- Mauve Shirt: He's the only named metalbender aside from Saihkan and Lin. He can be seen hanging around in shots with groups of police officers.
- Police are Useless: Downplayed. Song is at least trying to do his job, and he and the metalbenders in general are reasonably good at it. They just keep getting upstaged.
- Punch-Clock Villain: When guarding the brothers, he insists on them not going anywhere, so they knock him out. Lampshaded when Mako apologizes to him, as he's just doing his job.
Voiced by: Amy Gross
The star of Varrick's new line of movers, whom he appeared to hire strictly because of her Fanservice potential.
- Back for the Finale: Is one of the guests at Varrick's wedding.
- Bare Your Midriff: The water tribe outfit she was sporting for the propaganda film Verrick wanted to shoot.
- Beauty Mark: Near her mouth.
- Betty and Veronica: With Bolin and Eska. Played with, in that Ginger, the glamorous and haughty actress, would be the "Veronica" in most other set-ups—but with Eska a Dark Action Girl Warrior Princess who is a Nominal Heroine at best, she takes that role, leaving Ginger the "Betty" (to Bolin's "Archie").
- The Cameo: In the finale, she is seen attending Varrick and Zhu Li's wedding.
- The Casanova: A female example. The Nick website calls her a heartbreaker.
- The Danza: In universe, she plays a character named Ginger in Varrick's movers.
- Defrosting Ice Queen: She is quite dismissive of Bolin at first, believing him a mere stupid athlete/actor nobody, but warms up to him when she sees his genuine heroism in action during the terrorist attack on the Nuktuk premiere.
- Everyone Has Standards: Despite her dislike for Bolin, she still warns him when he's about to be attacked.
- Fake Nationality: Unconfirmed but likely, in-universe; she plays a Southern Water Tribe girl in the Nuktuk serials but doesn't seem to have any Water Tribe racial traits. However, she could simply be mixed-race just as Bolin doesn't look half-Fire Nation.
- Jerkass: Her only salient character trait so far seems to be disliking Bolin.
- Jerkass Has a Point: While she's very dismissive of Bolin and somewhat rude, she appears to do so because she's not interested in him and he can't take the hint, even going as far as forcibly kissing her on screen without it being in the script. While Ginger could have been much angrier for this, she just tells him he's confusing her character with her real self and acting like his love interest on screen doesn't mean she actually likes Bolin in real life. She does think better of him after he gets to be genuinely heroic.
- Meaningful Name: Her name is Ginger and she's a (dyed) ginger.
- Ms. Fanservice: Bolin was more interested in her than whatever Varrick had to say.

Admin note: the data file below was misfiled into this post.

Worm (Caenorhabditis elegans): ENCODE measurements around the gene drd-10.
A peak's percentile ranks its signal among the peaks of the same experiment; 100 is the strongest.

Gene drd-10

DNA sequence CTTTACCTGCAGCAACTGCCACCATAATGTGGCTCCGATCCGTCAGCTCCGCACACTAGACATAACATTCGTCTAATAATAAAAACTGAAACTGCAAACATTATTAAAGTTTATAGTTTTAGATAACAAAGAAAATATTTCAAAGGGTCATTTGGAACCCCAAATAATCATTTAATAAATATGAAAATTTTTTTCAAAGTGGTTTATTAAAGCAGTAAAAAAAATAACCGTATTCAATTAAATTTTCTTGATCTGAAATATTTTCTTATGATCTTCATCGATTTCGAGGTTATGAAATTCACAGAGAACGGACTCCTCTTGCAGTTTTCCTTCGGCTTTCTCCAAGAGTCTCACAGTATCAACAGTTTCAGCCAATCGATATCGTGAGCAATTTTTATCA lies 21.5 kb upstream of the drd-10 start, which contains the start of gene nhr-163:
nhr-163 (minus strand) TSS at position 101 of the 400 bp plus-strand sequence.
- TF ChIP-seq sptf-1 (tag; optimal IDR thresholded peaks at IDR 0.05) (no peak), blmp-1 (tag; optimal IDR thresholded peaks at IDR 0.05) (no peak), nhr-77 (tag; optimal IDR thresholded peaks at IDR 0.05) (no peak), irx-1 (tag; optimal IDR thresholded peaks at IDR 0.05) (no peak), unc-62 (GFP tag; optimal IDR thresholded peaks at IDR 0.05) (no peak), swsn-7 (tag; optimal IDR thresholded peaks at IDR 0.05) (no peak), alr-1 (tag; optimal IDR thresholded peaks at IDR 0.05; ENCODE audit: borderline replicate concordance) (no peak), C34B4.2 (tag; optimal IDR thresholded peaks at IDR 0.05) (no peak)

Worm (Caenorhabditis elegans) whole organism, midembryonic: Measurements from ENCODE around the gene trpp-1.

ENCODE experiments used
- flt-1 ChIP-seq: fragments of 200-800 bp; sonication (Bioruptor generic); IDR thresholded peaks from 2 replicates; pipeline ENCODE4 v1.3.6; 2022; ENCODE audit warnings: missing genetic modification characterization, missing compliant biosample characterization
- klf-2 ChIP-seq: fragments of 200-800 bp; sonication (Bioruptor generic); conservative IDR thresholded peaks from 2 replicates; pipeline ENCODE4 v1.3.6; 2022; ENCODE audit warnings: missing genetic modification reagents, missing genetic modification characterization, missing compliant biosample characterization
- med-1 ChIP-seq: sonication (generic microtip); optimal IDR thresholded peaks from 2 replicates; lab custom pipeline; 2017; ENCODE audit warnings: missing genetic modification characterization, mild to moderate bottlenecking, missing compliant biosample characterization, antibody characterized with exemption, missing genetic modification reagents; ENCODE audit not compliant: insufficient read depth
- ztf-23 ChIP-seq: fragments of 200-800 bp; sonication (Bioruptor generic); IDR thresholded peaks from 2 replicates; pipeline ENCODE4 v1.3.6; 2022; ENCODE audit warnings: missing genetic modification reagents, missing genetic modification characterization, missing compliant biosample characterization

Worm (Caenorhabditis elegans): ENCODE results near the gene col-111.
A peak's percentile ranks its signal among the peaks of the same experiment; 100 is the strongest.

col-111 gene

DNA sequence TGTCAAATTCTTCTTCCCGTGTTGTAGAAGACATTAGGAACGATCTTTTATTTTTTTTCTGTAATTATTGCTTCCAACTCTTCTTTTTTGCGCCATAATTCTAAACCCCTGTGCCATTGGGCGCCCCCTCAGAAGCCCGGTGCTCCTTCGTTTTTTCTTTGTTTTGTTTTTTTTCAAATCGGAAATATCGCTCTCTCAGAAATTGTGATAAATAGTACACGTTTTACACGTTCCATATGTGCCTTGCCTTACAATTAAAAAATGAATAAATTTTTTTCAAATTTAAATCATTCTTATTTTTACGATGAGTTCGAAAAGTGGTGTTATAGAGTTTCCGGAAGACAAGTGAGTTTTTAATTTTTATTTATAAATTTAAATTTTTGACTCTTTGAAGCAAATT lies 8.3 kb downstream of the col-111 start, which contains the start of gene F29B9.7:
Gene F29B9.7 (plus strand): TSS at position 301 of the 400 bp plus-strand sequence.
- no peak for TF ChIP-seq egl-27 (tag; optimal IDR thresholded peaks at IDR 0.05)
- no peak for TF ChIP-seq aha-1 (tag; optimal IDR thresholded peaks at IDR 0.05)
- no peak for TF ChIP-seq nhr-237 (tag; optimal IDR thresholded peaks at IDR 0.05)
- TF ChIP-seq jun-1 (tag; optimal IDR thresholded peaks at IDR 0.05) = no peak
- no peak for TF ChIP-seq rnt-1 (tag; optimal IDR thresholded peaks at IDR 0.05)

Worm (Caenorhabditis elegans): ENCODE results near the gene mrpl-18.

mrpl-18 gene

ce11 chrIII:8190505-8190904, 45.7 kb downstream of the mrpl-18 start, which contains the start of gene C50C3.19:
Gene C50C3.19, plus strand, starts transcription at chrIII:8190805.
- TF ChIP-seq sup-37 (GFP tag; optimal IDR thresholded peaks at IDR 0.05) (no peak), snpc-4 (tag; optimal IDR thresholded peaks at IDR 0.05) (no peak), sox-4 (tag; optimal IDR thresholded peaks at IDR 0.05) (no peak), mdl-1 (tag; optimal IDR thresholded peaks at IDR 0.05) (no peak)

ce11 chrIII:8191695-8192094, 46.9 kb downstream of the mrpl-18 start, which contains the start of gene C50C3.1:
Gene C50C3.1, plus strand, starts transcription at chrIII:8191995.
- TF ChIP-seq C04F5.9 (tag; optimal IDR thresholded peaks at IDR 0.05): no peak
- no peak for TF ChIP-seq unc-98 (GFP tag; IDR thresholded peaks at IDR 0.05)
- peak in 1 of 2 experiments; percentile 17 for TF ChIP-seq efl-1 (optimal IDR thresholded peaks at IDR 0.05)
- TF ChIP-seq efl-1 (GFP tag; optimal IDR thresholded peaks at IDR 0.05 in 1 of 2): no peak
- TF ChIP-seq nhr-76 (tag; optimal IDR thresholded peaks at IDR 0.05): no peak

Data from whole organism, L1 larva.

- MuggleMage Romance: With Bolin, an earthbender. Also the character she plays in Varrick's movie, who is Nuktuk's love interest.
- Nice Character, Mean Actor: In-universe, and played with. She's the ingenue in the Nuktuk films where she co-stars alongside Bolin. Off the set though, her characterization so far consists of "dislikes co-star," which might be because Bolin is being unusually annoying. However, she Took a Level in Kindness after watching Bolin save the president from Varrick's goons.
- No Historical Figures Were Harmed: The Beauty Mark, curls, and in-universe bombshell status make her a dead ringer for Marilyn Monroe.
- Non-Standard Character Design: One of a very few characters in the franchise with a hair color that isn't black or brown. It's been since confirmed as being dyed, which is more obvious when you notice her eyebrows are much darker.
- Pet the Dog: She became nicer towards Bolin after he saves the president.
- Sexophone: Gets a couple seconds of this in her introduction.
- Single Woman Seeks Good Man: Ginger gave Bolin a kiss after he saved President Raiko from being kidnapped.
- You Gotta Have Blue Hair: An odd version as it applies only in-universe, where red isn't a natural hair color. Varrick even advertises it as "Varri-dye."
Nuktuk, Hero of the South
A character played by Bolin in Varrick's Nuktuk, Hero of the South movers. He is the hero of the Southern Water Tribe and seeks to defeat The Evil Unalaq.
- Captain Patriotic: He's a propaganda hero meant to represent the Southern Water Tribe.
- Exposed to the Elements: Nuktuk wears shorts and a fur vest that exposes his chest. The setting of his story is the South Pole!. His damsel is the same as she shows her midriff and wears a mini skirt.Bolin: Wouldn't I be cold wearing this outfit in the snow?
Varrick: Ehh, Nuktuk is never cold!
- Fake Nationality: In-universe. The character is a Waterbender of the Southern Water Tribe, but the actor Bolin is an Earthbender from Republic City.
- The Hero: Of Nuktuk, Hero of the South.
- Mr. Fanservice: His Exposed to the Elements outfit shows off his muscular build.